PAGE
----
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WCRF/AICR
Global Network

Week of July 11, 2011
Contact: Alice Bender, (202) 328-7744

AICR HealthTalk
Karen Collins, MS, RD, CDN
American Institute for Cancer Research

Q: Are broccoli stalks nutritious, or should I just stick to the florets?

A: Broccoli is a nutritional powerhouse, providing vitamin C, folate, beta-carotene and lutein (a compound being studied for its role in eye health). In addition, it is rich in isothiocyanates, phytochemicals that may play a role in fighting cancer. While researchers cannot pinpoint which areas of the plant supply which phytochemicals, the location of some compounds is known. The florets and leaves, for example, are higher in carotenoids than the pale stalks, although the stalks remain good sources of vitamin C and folate. Broccoli stalks are also great sources of fiber. Regardless, be confident that the whole broccoli stalk is providing solid nutrition. When the stalks are peeled and sliced thinly on the diagonal, they make a great, less expensive alternative to bamboo shoots in a stir-fry. Their crunchy texture also makes them a welcome substitute in many recipes that call for celery.

Q: Are iced-coffee drinks a sensible treat if I'm watching my weight?

A: A simple iced coffee or even an iced latte made with skim milk isn't a problem if you leave out added flavorings and whipped cream and choose the smallest size. A 12-ounce (oz.) iced latte or cappuccino made with skim milk usually contains about 130 calories; if made with 2 percent milk it might be closer to 160 calories. But if you add flavored syrups, whipped cream topping and other ingredients, the calorie content rises sharply. Portion size is key. The largest size at most of today's popular coffee bars is usually 24 oz., sometimes more. Order a large, and you could be getting up to 700 calories, lots of additional fat and almost a half-cup of sugar. Even if you skip the whipped cream these jumbo servings still provide about 450 calories. While you may be looking for a light, refreshing snack, what you may get is a drink that's equivalent to one or two portions of dessert. To enjoy iced coffee drinks without wreaking havoc on your diet, order nonfat versions, skip the whipped cream and slowly savor a small portion. If you're very thirsty, quench your thirst with a cool glass of water first and then you'll be able to fully savor your icy treat.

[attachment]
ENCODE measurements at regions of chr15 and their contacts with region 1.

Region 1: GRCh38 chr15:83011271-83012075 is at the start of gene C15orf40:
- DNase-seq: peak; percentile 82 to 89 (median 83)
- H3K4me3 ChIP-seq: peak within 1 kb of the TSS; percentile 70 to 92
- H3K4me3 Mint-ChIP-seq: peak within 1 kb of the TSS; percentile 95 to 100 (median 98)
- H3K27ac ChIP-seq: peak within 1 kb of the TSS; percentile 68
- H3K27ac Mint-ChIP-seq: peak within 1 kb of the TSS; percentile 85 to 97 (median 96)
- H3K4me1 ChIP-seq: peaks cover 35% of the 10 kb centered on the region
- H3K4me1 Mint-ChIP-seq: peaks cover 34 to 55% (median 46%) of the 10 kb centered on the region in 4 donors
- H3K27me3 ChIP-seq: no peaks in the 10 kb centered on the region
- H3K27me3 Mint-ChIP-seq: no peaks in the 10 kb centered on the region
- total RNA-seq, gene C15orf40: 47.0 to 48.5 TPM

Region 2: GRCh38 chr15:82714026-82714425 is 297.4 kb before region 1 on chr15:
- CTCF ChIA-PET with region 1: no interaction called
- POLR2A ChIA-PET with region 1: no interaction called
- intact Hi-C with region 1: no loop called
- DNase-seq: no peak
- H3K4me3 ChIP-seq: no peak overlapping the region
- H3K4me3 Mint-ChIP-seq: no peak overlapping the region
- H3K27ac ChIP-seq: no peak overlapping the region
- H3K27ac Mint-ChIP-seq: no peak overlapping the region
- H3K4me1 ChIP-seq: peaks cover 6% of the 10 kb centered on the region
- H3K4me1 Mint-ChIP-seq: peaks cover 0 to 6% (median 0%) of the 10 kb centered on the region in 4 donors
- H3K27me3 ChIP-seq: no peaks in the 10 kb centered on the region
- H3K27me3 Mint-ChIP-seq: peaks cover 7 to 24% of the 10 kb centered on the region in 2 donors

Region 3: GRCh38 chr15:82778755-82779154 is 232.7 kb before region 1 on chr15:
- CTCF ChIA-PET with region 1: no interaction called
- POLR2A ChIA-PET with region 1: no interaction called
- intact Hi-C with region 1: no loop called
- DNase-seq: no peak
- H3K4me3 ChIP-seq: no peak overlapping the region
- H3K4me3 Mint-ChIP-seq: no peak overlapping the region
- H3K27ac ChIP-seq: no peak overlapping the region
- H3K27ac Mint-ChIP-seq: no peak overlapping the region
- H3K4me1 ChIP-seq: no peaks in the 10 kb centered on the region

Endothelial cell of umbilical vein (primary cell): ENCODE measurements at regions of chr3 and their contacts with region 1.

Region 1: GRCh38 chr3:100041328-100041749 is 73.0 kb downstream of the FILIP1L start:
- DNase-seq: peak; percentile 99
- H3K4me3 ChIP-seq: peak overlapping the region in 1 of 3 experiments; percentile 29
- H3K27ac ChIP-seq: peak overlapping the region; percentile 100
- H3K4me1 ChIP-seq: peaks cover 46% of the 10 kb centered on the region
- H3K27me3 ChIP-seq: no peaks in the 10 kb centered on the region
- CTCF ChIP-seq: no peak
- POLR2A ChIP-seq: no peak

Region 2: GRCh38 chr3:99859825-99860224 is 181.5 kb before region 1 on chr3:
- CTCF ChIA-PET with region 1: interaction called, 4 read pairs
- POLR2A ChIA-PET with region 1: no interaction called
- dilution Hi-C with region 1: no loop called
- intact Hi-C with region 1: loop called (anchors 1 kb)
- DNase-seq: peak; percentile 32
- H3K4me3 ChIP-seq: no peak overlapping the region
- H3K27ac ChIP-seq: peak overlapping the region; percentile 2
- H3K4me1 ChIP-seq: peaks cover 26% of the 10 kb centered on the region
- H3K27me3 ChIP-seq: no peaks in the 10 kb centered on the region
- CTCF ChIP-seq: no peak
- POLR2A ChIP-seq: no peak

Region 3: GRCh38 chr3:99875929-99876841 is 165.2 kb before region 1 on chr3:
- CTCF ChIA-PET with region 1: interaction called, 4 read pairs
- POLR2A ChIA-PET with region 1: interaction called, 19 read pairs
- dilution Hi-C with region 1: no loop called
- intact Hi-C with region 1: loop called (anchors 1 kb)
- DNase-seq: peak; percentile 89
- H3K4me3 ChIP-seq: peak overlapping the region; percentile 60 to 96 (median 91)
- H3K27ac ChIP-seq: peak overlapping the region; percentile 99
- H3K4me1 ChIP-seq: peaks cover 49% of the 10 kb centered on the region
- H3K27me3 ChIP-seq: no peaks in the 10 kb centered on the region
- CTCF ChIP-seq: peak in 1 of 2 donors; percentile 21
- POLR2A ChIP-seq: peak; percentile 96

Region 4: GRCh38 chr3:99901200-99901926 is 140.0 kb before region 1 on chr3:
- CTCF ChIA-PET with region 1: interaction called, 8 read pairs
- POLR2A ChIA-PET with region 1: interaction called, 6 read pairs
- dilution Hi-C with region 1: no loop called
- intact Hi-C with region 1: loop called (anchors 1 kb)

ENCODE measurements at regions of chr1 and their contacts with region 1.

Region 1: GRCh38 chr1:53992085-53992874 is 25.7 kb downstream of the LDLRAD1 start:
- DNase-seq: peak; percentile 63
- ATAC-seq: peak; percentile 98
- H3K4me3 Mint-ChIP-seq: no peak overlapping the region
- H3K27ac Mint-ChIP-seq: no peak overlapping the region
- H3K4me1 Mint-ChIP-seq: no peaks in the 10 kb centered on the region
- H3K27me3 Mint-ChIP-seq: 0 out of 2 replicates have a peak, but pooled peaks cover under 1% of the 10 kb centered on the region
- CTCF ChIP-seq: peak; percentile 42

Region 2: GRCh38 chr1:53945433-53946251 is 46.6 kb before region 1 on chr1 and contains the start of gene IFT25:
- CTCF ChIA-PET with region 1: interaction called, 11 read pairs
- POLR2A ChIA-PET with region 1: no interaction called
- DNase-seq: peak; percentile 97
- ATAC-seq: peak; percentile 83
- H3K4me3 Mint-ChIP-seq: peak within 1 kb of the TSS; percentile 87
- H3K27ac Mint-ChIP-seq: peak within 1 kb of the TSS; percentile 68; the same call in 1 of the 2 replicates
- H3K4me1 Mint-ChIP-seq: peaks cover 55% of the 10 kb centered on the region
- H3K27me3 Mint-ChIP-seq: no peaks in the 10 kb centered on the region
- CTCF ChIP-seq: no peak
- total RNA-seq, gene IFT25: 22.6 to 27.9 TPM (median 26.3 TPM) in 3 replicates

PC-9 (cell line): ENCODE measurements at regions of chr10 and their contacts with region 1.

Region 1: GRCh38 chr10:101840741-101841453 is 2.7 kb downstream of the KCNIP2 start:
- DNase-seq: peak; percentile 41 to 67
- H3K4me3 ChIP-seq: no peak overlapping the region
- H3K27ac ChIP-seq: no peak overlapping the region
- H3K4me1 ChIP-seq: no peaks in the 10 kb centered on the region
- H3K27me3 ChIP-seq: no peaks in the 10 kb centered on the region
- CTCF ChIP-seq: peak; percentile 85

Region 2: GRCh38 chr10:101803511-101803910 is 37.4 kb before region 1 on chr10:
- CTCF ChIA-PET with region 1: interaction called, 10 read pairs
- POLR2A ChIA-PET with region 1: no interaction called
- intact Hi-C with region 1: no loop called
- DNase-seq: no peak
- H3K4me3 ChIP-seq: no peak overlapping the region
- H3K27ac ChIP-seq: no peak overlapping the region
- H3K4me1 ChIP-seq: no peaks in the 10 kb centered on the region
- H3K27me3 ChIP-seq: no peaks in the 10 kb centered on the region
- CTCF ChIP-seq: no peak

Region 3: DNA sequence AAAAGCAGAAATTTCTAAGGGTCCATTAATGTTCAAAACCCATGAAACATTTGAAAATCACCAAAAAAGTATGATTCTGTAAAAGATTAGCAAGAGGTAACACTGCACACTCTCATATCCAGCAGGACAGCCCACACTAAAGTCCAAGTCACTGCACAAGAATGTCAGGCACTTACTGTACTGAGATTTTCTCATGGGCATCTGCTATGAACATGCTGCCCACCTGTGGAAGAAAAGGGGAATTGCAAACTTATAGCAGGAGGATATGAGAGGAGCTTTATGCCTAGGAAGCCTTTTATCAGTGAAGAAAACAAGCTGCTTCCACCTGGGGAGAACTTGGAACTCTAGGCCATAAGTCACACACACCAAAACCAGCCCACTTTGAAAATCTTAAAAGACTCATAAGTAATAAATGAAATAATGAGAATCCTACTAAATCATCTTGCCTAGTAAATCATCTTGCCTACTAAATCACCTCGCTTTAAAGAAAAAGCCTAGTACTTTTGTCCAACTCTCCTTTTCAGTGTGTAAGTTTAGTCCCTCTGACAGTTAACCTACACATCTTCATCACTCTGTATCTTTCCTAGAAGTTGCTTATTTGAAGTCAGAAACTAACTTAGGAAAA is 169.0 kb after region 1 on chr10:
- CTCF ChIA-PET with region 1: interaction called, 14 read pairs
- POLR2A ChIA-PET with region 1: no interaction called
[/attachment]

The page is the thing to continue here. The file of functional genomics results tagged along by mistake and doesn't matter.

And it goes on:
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The American Institute for Cancer Research (AICR) is the cancer charity that fosters research on the relationship of nutrition, physical activity and weight management to cancer risk, interprets the scientific literature and educates the public about the results. It has contributed more than $100 million for innovative research conducted at universities, hospitals and research centers across the country. AICR has published two landmark reports that interpret the accumulated research in the field, and is committed to a process of continuous review. AICR also provides a wide range of educational programs to help millions of Americans learn to make dietary changes for lower cancer risk. Its award-winning New American Plate program is presented in brochures, seminars and on its website, www.aicr.org. AICR is a member of the World Cancer Research Fund International.


 

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